As I note in my book, The Tenderloin: Sex, Crime and Resistance in the Heart of San Francisco, the Tenderloin is often left out of books on the transformations of San Francisco because it doesn’t fit the story line of inevitable demolition, displacement and mass evictions. Pelosi told me that this was a story that needed to be told, but I guess she was not referring to her film.

City Responses Ignored

Pelosi succeeds in showing tech folks as stereotypically arrogant, entitled, hipsters wannabees (depictions regularly seen on HBO’s Silicon Valley ). But if your understanding of San Francisco’s economy came only from this film, you would think that tech workers dominate the city instead of being roughly 7% of the workforce I kept waiting for Pelosi to make similar fun of other wealthy people —what I previously called “the missing war on lawyers and doctors”—but it never happened.

Ultimately, San Francisco 2.0 misses the big picture. It ignores that the rising real estate boom which her film implies is uniquely impacting San Francisco is actually having similar impacts on rents and evictions in Los Angeles, Portland, Seattle, Chicago and other cities across the nation. It also ignores the unprecedented efforts  San Francisco is taking to address the downside of the economic boom are entirely ignored.This ranges from spending millions to purchase small buildings whose tenants are facing eviction to the $1.3 billion affordable housing trust fund passed by voters in 2011.

The film describes the damage caused by the Ellis Act, but does not explain that the high point of Ellis evictions was years before the recent tech boom. While it’s great that she includes the Ellis Act crisis, since she has not previously explained that over 100,000 tenants are protected by rent and eviction controls the context of the Ellis Act is likely to be lost on most viewers. Nor does she note Mayor Lee’s huge increase in funding for Ellis eviction legal defense, or the city’s efforts to change state law to prevent such evictions.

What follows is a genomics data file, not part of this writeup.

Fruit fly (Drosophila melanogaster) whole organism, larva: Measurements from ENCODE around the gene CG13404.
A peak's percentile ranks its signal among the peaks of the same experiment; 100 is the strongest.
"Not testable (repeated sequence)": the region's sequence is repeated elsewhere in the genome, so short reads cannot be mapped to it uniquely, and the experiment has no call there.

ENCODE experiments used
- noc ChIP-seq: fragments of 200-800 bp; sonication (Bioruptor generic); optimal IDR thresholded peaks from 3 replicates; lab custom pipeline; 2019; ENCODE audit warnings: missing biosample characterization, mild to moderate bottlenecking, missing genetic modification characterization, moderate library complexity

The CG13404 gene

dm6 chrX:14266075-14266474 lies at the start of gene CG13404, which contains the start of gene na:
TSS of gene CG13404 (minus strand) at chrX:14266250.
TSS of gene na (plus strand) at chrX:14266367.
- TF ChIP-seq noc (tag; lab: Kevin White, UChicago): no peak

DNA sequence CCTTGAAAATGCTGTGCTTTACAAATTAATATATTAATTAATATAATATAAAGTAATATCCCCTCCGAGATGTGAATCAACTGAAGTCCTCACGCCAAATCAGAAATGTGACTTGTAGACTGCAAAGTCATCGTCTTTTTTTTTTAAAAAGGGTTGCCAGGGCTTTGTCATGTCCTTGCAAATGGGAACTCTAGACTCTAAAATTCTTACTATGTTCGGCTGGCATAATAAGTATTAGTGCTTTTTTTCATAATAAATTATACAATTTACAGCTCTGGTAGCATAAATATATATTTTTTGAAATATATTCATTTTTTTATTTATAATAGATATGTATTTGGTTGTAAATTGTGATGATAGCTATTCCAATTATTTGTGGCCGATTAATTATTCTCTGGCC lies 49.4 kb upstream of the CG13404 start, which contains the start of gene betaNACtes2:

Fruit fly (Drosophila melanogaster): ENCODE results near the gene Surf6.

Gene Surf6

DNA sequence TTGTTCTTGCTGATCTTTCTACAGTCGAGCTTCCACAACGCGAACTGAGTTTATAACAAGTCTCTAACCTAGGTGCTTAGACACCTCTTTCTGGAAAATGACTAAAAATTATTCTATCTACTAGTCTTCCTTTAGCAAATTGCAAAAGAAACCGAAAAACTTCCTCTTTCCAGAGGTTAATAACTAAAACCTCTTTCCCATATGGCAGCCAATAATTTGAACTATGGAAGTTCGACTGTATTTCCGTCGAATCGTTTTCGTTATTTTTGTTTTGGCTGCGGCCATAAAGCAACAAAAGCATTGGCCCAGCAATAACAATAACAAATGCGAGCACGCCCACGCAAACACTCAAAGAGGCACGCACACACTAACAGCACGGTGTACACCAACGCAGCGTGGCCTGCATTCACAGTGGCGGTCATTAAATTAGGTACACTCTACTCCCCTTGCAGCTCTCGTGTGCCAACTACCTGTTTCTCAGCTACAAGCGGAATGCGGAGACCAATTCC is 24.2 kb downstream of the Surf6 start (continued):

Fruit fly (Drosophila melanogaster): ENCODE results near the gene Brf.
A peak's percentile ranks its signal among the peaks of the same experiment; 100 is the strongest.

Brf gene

We can all share San Francisco 2.0’s  sadness over rising housing costs that have made the city much less affordable. But it too often relies on a nostalgia for an affordable San Francisco that has been gone for decades.  Artists and writers were being displaced from the city well before the recent tech boom.

Art Agnos bemoans that he could not currently afford the Potrero Hill house he bought in 1972, a claim that most Bay Area homeowners who bought in the 1970’s could make well before tech’s arrival. While we look back at that era as the good old days, when  oldtimers during the Joe Alioto or George Moscone days were asked about 1970’s San Francisco they also felt that the city’s best days were in the past.

Randy Shaw is Editor of Beyond Chron. He is also Director of the Tenderloin Housing Clinic, San Francisco’s leading provider of permanent housing to homeless single adults and for legal representation to tenants facing Ellis Act evictions.

Randy Shaw

Randy Shaw is the Editor of Beyond Chron and the Director of San Francisco’s Tenderloin Housing Clinic, which publishes Beyond Chron. Shaw's latest book is Generation Priced Out: Who Gets to Live in the New Urban America. He is the author of four prior books on activism, including The Activist's Handbook: Winning Social Change in the 21st Century, and Beyond the Fields: Cesar Chavez, the UFW and the Struggle for Justice in the 21st Century. He is also the author of The Tenderloin: Sex, Crime and Resistance in the Heart of San Francisco